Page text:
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Better together? Wetlands, parks and housing prices in Auckland

Mario Andres Fernandez
Auckland Council Research and Evaluation Unit, RIMU
Publication date:  

Executive summary

Wetlands may be broadly categorised as natural or artificial (e.g. stormwater). Natural wetlands are ecosystem features that provide amenities such as biodiversity, flood control or water purification, though they also imply disamenities such as insects or limits on development. Artificial wetlands are a type of built infrastructure that mimic the natural on serving the purposes of stormwater collection or flood control. Urban planning defines the dimension and location of built infrastructure and open spaces across Auckland. Wetlands and parks affect the shape of the city, which is incorporated by households when making housing purchase and relocation decisions and, consequently, prices.

This study uses hedonic prices (HP) models to investigate how wetlands affect residential property prices in the Auckland region. The HP models rely on market transactions for differentiated houses to determine the implied value of each of the housing characteristics and other environmental amenities affecting prices.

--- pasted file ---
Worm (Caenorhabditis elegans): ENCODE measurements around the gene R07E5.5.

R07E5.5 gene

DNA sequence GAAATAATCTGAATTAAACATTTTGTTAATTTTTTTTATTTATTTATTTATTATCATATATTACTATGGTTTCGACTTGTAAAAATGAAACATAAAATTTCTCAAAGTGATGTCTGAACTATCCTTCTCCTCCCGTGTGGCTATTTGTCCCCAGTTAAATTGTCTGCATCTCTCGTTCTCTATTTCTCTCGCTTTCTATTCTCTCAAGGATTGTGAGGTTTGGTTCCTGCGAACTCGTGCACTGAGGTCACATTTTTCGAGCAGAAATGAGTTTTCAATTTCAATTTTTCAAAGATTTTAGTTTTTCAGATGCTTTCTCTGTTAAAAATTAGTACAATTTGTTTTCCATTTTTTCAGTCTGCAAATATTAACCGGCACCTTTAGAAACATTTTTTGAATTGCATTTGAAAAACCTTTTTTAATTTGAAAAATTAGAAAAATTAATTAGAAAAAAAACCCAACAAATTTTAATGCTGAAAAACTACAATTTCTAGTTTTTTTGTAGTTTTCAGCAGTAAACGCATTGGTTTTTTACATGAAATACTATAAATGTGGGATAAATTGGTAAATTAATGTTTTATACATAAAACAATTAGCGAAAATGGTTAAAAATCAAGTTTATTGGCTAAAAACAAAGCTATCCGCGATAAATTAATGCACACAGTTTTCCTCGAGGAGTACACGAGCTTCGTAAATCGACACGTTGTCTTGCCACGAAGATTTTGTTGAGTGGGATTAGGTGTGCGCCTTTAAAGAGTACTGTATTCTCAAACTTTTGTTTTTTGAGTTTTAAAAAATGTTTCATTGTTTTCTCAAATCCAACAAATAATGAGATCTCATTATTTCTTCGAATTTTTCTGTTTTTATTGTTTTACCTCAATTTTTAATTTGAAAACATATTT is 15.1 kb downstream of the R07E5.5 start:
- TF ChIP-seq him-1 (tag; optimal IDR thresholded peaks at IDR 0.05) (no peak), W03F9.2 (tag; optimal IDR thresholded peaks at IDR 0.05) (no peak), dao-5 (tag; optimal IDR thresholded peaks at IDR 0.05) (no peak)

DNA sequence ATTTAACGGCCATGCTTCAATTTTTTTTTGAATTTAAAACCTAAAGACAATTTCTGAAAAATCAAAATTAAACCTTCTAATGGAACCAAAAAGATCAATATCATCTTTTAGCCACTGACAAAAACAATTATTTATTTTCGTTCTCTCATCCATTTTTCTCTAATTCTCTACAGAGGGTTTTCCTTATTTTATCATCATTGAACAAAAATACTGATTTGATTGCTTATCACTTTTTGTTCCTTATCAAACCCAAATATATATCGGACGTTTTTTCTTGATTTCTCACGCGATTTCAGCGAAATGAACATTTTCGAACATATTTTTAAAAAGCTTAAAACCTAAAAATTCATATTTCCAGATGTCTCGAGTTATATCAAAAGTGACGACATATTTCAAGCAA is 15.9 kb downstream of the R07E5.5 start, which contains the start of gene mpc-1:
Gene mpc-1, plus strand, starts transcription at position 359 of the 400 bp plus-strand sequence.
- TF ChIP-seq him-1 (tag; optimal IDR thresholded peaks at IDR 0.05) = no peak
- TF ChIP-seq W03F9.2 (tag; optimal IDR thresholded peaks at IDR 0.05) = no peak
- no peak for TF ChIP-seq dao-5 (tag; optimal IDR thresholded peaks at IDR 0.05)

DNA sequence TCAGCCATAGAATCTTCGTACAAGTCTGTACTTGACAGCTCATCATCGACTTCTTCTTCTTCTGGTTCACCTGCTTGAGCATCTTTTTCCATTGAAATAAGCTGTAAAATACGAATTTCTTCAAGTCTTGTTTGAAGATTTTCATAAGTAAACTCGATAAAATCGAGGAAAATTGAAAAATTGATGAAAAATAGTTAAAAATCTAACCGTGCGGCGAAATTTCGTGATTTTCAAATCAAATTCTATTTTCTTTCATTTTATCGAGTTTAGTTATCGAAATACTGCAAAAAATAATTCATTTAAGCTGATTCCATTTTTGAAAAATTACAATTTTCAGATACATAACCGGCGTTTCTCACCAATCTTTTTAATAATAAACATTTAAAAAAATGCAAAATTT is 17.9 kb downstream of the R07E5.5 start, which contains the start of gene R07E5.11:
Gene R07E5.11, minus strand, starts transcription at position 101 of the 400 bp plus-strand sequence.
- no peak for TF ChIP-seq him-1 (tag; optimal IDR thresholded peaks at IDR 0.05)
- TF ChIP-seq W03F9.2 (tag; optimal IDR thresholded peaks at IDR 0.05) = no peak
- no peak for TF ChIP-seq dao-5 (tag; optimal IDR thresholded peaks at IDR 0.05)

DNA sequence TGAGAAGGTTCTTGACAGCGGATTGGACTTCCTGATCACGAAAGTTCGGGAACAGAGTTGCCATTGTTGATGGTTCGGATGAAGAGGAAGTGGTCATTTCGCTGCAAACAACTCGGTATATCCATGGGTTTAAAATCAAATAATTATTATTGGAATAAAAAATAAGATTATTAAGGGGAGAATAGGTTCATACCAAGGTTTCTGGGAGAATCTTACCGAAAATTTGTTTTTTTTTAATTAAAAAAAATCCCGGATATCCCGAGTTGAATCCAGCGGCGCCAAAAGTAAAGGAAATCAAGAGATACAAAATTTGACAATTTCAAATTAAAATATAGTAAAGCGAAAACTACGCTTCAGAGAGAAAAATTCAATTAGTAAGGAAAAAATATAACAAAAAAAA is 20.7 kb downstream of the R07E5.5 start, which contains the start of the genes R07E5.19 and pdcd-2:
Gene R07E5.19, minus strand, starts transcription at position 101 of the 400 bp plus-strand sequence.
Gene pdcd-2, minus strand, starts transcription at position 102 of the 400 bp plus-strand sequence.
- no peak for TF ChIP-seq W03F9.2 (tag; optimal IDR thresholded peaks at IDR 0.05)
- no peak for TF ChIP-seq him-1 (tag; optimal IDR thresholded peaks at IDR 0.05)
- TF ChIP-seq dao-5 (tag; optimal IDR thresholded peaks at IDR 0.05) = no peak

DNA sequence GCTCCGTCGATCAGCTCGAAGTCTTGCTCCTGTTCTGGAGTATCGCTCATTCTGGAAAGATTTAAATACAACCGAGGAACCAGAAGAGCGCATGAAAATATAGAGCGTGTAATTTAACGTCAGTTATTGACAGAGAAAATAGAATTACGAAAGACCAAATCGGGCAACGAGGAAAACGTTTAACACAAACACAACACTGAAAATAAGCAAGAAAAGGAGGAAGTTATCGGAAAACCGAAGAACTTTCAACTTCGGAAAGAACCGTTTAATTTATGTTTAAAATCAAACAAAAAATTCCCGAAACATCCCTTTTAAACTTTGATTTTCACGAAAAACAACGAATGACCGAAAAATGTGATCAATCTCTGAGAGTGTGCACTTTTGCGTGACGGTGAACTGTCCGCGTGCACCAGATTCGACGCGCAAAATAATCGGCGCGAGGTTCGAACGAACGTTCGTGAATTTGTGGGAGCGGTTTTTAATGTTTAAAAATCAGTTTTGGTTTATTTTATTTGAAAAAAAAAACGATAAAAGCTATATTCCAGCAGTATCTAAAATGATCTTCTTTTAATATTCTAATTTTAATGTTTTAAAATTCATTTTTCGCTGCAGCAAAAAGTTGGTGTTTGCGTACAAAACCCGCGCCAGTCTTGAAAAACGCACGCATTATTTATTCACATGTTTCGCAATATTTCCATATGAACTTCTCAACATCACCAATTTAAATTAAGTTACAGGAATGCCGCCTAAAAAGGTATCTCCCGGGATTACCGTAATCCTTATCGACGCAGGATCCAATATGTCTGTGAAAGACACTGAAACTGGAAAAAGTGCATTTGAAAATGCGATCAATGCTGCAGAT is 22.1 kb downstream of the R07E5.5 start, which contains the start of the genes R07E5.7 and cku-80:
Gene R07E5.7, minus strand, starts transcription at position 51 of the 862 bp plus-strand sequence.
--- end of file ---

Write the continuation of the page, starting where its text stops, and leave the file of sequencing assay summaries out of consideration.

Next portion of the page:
Nonetheless, the arising empirical challenge is the spatial overlap of wetlands and parks, resulting in a bundle of features. This is not trivial because the net benefit to households of the bundle may differ substantially due to size, configuration, house location, landscaping and even market segments. Most importantly, wetlands and parks separately may have either positive or negative effects on prices. Thus, when bundled, effects may cancel out resulting in statistically insignificant estimates. That is, results interpretation may mislead to the conclusion that parks or wetlands have no effect on prices. Hence, the models in this report differentiate between two types of wetlands (natural and artificial), and their spatial intersections with parks. Rather than considering a single homogenous good, wetlands and parks are represented as combinations of multiple goods and services to estimate the marginal value of proximity.

Results reveal a non-linear price premium for every kilometre a house is closer to an artificial wetland intersected with a park. For the case of natural wetlands, an increase of 1000 square metres (within a 300 metre radius around each dwelling) leads to a price decrease of 0.07 per cent. But with a greater scale (a radius of 600 metres) the same increase of natural wetlands leads to a price premium of 0.12 per cent. That is, natural wetlands have a net positive value on housing prices.

This report informs asset management strategies, about the contribution of artificial wetlands (inside parks) to Auckland’s urban shape, and conservation efforts about natural wetlands.

Auckland Council technical report, TR2020/025.

November 2020